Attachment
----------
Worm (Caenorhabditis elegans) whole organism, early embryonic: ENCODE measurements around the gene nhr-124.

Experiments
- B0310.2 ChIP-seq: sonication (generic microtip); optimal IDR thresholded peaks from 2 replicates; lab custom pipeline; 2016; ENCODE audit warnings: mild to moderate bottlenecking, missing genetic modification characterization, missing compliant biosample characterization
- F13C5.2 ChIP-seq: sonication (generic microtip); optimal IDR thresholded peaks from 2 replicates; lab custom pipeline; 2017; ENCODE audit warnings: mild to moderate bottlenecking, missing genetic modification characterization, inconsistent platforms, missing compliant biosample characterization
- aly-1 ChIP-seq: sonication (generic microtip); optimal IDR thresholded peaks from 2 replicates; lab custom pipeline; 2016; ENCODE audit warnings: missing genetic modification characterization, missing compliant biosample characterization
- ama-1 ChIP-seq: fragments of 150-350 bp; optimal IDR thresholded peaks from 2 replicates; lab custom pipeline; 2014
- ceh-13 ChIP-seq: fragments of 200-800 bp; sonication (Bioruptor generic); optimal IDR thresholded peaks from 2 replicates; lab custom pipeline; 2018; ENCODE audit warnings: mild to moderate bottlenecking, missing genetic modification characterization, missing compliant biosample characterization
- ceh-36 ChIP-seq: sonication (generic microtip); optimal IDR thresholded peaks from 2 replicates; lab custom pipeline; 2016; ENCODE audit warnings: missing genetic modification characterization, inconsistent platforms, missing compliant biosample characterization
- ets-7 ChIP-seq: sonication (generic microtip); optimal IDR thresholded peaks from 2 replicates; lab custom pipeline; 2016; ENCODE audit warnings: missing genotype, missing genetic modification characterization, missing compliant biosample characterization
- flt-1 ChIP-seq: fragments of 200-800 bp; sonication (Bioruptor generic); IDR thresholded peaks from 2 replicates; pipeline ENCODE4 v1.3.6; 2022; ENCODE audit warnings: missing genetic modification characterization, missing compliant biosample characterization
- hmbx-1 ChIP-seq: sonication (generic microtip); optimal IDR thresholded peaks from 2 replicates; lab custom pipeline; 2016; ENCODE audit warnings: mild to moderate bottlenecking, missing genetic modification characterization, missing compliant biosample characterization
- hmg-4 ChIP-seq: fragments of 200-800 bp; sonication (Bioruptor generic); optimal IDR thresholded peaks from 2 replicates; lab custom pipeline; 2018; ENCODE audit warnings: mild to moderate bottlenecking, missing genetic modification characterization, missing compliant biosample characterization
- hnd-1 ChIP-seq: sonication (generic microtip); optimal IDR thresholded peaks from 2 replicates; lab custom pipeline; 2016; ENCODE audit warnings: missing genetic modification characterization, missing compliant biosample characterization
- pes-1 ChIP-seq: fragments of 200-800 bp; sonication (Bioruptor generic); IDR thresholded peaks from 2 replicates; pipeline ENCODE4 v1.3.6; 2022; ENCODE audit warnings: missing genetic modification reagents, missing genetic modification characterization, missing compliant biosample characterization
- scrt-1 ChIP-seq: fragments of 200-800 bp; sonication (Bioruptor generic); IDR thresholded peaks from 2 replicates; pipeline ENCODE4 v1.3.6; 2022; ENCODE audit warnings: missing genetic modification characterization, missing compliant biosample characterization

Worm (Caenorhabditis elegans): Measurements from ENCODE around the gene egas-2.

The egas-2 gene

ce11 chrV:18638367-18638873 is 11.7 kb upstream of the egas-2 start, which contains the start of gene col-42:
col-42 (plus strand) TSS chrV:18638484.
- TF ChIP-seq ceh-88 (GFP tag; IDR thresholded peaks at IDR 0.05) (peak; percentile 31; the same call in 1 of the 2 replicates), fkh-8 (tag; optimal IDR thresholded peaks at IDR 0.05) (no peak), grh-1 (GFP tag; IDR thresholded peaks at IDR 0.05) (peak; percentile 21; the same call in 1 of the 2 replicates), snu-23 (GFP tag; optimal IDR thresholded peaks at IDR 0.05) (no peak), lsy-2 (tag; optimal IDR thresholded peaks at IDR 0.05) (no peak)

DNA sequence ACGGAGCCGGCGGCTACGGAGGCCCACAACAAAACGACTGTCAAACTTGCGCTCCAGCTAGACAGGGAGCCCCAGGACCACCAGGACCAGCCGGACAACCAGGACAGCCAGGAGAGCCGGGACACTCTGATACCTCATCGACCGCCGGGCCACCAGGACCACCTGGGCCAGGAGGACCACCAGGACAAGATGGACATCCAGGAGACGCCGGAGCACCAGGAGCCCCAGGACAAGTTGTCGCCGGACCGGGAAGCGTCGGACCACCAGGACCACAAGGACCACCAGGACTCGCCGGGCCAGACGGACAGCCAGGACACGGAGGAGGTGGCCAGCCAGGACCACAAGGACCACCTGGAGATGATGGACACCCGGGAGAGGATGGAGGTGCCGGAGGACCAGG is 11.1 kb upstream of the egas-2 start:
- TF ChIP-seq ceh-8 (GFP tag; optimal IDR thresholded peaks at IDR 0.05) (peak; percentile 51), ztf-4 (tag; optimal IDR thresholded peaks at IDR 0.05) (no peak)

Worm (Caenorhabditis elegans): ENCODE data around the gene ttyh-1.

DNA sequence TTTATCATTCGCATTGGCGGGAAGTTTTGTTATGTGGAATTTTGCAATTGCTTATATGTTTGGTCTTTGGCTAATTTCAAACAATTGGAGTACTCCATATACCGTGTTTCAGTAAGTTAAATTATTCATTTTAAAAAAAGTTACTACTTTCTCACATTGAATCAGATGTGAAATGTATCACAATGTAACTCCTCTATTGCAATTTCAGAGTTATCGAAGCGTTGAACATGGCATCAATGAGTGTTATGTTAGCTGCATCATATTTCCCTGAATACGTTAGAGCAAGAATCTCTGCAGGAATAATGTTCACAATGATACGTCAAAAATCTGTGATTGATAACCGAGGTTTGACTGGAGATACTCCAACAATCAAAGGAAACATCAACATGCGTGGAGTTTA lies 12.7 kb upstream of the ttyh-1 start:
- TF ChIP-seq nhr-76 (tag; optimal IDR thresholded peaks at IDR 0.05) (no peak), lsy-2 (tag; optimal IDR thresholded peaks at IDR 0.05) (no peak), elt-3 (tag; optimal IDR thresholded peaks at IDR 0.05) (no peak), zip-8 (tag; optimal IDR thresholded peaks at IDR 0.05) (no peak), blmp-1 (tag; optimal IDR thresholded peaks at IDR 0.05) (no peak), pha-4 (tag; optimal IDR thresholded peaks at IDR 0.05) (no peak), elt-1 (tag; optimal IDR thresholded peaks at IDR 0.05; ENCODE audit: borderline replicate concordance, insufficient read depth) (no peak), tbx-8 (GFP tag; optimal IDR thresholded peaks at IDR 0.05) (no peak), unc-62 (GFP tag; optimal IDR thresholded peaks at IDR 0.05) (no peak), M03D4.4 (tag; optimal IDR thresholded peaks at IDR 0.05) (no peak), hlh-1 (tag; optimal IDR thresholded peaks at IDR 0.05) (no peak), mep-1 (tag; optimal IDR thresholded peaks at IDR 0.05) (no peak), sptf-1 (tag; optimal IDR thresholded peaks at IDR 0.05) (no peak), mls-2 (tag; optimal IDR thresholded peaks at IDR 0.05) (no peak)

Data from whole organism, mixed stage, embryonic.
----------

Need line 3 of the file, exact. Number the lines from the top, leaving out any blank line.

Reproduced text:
- B0310.2 ChIP-seq: sonication (generic microtip); optimal IDR thresholded peaks from 2 replicates; lab custom pipeline; 2016; ENCODE audit warnings: mild to moderate bottlenecking, missing genetic modification characterization, missing compliant biosample characterization